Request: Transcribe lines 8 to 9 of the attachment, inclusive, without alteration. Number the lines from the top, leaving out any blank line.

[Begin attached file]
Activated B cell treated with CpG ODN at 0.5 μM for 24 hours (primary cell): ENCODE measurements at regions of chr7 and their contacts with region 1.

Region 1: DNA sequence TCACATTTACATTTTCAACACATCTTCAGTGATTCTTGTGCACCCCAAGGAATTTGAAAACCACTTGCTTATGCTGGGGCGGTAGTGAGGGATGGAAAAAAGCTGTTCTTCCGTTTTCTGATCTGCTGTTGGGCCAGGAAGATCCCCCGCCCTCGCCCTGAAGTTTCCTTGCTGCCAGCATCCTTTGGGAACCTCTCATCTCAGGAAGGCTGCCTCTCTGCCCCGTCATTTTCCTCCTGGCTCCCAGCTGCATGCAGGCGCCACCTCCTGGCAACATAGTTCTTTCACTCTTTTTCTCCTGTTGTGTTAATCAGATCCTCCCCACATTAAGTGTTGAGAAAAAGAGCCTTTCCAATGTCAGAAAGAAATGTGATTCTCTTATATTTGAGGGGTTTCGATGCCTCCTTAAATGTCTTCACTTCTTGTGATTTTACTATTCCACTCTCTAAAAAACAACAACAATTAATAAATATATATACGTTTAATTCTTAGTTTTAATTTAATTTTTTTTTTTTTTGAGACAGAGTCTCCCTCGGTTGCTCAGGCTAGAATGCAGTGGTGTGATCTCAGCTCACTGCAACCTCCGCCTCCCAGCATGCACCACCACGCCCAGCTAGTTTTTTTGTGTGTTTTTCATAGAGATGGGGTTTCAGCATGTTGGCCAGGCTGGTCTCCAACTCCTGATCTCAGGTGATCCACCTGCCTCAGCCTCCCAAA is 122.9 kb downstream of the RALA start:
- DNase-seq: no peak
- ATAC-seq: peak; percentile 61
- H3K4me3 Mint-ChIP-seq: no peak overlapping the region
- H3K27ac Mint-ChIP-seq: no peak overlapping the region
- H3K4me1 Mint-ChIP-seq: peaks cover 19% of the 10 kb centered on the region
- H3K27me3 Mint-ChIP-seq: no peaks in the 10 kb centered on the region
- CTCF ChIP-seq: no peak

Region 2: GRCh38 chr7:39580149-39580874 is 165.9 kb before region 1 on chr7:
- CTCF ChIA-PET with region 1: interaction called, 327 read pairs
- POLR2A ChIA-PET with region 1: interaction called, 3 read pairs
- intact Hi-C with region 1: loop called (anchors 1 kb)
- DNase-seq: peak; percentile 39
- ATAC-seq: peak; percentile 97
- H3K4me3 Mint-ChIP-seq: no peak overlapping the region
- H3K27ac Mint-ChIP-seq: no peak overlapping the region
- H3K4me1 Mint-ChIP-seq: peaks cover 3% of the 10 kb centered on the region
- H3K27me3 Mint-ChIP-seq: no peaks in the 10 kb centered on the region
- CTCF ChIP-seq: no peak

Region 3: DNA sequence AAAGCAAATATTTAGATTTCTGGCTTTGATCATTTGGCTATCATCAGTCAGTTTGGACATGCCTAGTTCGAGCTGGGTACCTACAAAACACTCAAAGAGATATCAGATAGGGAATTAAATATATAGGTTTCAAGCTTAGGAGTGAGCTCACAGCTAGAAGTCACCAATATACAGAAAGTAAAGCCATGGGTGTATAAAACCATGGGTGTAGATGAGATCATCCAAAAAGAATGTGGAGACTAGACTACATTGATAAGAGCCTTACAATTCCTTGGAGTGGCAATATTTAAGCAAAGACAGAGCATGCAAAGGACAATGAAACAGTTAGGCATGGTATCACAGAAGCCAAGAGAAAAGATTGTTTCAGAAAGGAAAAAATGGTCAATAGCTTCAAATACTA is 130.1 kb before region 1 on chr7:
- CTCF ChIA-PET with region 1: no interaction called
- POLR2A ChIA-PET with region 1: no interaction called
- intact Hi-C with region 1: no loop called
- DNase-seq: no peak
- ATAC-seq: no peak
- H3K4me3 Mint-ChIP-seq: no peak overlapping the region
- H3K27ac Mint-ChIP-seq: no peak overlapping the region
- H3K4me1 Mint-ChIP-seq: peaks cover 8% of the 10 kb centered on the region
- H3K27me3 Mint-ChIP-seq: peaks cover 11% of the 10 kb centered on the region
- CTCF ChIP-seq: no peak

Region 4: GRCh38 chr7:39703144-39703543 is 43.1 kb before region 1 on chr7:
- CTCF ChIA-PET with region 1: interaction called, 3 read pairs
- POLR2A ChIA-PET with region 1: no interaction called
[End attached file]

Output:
- H3K27me3 Mint-ChIP-seq: no peaks in the 10 kb centered on the region
- CTCF ChIP-seq: no peak